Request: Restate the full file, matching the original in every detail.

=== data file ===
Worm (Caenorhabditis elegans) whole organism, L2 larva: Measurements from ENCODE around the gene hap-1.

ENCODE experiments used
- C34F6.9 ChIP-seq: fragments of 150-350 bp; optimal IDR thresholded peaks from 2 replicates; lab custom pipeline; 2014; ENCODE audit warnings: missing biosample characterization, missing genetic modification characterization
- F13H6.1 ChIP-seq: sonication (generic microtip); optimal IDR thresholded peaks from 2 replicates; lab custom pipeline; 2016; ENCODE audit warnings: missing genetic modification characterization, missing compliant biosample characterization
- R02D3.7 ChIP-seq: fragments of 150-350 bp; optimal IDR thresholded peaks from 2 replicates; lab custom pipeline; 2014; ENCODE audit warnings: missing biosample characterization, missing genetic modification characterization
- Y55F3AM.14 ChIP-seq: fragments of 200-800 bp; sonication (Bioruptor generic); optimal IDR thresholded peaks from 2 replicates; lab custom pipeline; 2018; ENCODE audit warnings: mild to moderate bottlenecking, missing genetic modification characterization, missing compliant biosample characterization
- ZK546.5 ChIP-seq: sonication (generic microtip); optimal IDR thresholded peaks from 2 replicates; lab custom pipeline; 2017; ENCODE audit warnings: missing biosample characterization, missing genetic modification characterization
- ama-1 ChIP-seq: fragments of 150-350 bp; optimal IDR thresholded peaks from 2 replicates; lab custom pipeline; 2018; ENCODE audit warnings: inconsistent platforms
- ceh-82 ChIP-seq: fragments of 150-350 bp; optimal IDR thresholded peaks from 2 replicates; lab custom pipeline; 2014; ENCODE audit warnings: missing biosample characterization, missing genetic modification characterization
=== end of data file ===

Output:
Worm (Caenorhabditis elegans) whole organism, L2 larva: Measurements from ENCODE around the gene hap-1.

ENCODE experiments used
- C34F6.9 ChIP-seq: fragments of 150-350 bp; optimal IDR thresholded peaks from 2 replicates; lab custom pipeline; 2014; ENCODE audit warnings: missing biosample characterization, missing genetic modification characterization
- F13H6.1 ChIP-seq: sonication (generic microtip); optimal IDR thresholded peaks from 2 replicates; lab custom pipeline; 2016; ENCODE audit warnings: missing genetic modification characterization, missing compliant biosample characterization
- R02D3.7 ChIP-seq: fragments of 150-350 bp; optimal IDR thresholded peaks from 2 replicates; lab custom pipeline; 2014; ENCODE audit warnings: missing biosample characterization, missing genetic modification characterization
- Y55F3AM.14 ChIP-seq: fragments of 200-800 bp; sonication (Bioruptor generic); optimal IDR thresholded peaks from 2 replicates; lab custom pipeline; 2018; ENCODE audit warnings: mild to moderate bottlenecking, missing genetic modification characterization, missing compliant biosample characterization
- ZK546.5 ChIP-seq: sonication (generic microtip); optimal IDR thresholded peaks from 2 replicates; lab custom pipeline; 2017; ENCODE audit warnings: missing biosample characterization, missing genetic modification characterization
- ama-1 ChIP-seq: fragments of 150-350 bp; optimal IDR thresholded peaks from 2 replicates; lab custom pipeline; 2018; ENCODE audit warnings: inconsistent platforms
- ceh-82 ChIP-seq: fragments of 150-350 bp; optimal IDR thresholded peaks from 2 replicates; lab custom pipeline; 2014; ENCODE audit warnings: missing biosample characterization, missing genetic modification characterization